This is probably a hopelessly naive question, but I've put the entirety of my energy into getting in to law school, and now that I've been accepted at at least one, I'm starting to become neurotic about getting a job AFTER law school. Of course this is an impossibly broad question, but what exactly DO firms tend to look for besides class ranking? I'm a DYNAMITE interviewer, but I'm just terrified of getting a J.D. and only being able to make $50,000. Just any thoughts on what one should do during law school (besides get good grades) to maximize employment potential would be great.

Where are you going to law school?

Nobody is a great interviewer.  They simply think they are, which makes them all the more arrogant.  The trick is to "click" with your interviewer, not wow them with huzzah.  If you were interviewing with some of the attorneys with which I've interviewed, too much zest would have been awkward and ding-worthy.

Disagree. Being a good interviewer often means you know how to read people and respond accordingly, as well as just being generally personable and professional, not always being full of "zest," or something. And some people are definitely better at that than others.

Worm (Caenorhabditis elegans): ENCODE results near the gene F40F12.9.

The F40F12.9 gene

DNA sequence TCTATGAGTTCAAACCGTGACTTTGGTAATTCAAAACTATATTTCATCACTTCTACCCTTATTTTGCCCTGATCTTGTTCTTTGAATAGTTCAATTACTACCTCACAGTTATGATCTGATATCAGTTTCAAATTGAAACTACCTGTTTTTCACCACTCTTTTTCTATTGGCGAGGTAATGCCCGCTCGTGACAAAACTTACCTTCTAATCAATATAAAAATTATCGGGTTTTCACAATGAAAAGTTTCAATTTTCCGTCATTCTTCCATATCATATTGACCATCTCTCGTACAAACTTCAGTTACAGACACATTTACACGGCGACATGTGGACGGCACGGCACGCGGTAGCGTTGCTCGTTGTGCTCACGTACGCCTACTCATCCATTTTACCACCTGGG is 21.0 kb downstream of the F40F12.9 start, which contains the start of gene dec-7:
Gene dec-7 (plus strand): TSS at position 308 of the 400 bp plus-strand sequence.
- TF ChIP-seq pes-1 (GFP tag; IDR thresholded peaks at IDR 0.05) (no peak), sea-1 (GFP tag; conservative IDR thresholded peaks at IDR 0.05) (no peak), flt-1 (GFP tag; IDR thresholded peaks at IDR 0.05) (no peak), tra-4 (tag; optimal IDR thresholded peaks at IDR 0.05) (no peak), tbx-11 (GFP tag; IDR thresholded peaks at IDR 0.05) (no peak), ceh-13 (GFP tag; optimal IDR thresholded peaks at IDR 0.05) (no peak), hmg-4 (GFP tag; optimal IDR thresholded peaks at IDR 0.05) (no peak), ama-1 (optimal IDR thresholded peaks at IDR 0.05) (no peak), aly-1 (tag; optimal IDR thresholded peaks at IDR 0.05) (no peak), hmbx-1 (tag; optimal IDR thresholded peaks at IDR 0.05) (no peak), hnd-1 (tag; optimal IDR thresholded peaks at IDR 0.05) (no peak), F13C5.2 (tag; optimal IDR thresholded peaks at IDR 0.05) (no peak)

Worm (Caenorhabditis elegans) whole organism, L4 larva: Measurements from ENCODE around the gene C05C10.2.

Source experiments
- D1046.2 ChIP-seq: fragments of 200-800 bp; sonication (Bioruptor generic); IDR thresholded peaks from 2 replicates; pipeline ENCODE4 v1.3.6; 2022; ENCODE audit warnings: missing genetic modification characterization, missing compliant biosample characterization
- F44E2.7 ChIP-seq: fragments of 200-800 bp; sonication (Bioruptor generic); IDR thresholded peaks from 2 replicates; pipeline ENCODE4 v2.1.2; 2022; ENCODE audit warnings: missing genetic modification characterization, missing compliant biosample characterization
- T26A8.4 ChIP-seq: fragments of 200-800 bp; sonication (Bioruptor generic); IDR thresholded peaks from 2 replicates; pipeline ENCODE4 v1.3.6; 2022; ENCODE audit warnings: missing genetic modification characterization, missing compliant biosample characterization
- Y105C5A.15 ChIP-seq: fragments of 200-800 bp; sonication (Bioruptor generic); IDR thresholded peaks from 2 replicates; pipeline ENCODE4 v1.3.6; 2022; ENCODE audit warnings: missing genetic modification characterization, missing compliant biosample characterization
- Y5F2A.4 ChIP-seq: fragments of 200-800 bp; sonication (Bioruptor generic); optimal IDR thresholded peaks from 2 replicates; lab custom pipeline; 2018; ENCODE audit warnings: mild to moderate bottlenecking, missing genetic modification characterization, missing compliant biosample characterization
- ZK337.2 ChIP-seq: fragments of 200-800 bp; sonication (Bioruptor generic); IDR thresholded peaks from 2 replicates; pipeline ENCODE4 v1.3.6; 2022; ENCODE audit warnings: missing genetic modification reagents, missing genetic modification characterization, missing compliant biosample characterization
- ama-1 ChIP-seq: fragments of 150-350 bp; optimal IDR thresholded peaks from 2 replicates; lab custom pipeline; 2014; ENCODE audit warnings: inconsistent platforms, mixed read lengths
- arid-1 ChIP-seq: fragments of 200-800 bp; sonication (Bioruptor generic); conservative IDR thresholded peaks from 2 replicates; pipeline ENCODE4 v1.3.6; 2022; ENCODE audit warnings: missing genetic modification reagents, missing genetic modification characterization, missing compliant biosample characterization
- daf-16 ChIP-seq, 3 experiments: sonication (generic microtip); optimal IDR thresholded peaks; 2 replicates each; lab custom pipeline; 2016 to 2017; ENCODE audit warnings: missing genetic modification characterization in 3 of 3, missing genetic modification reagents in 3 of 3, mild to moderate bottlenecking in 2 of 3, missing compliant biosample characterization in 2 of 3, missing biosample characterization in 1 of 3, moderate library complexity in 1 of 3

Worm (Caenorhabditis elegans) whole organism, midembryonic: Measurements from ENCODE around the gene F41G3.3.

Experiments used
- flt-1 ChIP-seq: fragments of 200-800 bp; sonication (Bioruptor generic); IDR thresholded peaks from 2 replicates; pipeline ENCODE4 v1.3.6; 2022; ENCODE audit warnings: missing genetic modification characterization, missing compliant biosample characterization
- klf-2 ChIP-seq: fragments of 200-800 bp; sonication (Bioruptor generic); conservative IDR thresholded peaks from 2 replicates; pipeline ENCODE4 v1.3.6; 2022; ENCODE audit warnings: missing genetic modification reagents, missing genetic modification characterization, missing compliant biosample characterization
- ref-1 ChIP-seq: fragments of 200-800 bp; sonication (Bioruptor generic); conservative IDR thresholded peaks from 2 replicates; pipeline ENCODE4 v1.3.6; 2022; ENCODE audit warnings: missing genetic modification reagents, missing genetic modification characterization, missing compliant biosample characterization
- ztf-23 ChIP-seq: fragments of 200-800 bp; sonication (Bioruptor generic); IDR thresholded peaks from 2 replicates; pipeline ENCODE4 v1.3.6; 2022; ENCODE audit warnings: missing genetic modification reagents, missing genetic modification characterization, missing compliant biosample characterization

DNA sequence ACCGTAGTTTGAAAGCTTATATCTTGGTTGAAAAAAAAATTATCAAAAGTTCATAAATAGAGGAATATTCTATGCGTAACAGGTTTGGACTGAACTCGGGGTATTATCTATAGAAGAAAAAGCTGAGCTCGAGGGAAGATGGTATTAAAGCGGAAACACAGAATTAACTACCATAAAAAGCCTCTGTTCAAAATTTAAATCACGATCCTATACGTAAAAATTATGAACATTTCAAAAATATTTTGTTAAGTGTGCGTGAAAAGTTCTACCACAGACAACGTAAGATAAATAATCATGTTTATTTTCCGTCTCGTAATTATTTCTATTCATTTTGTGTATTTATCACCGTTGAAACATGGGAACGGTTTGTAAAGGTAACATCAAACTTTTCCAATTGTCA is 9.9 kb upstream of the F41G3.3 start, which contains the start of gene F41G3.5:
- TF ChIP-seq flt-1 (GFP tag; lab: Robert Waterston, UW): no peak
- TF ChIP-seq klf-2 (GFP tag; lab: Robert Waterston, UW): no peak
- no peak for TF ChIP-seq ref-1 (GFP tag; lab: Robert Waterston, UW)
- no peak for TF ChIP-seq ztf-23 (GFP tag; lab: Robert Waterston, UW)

Although I agree that it's kind of douchey to proclaim yourself to be a "DYNAMITE interviewer"  ::)

Miss P

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Re: What Nobody Tells You About LS Applications -- But They Should
« Reply #13 on: January 24, 2009, 08:24:33 PM »
Disagree. Being a good interviewer often means you know how to read people and respond accordingly, as well as just being generally personable and professional, not always being full of "zest," or something. And some people are definitely better at that than others.

Absolutely.

Re: What Nobody Tells You About LS Applications -- But They Should
« Reply #14 on: January 24, 2009, 08:43:03 PM »
Disagree. Being a good interviewer often means you know how to read people and respond accordingly, as well as just being generally personable and professional, not always being full of "zest," or something. And some people are definitely better at that than others.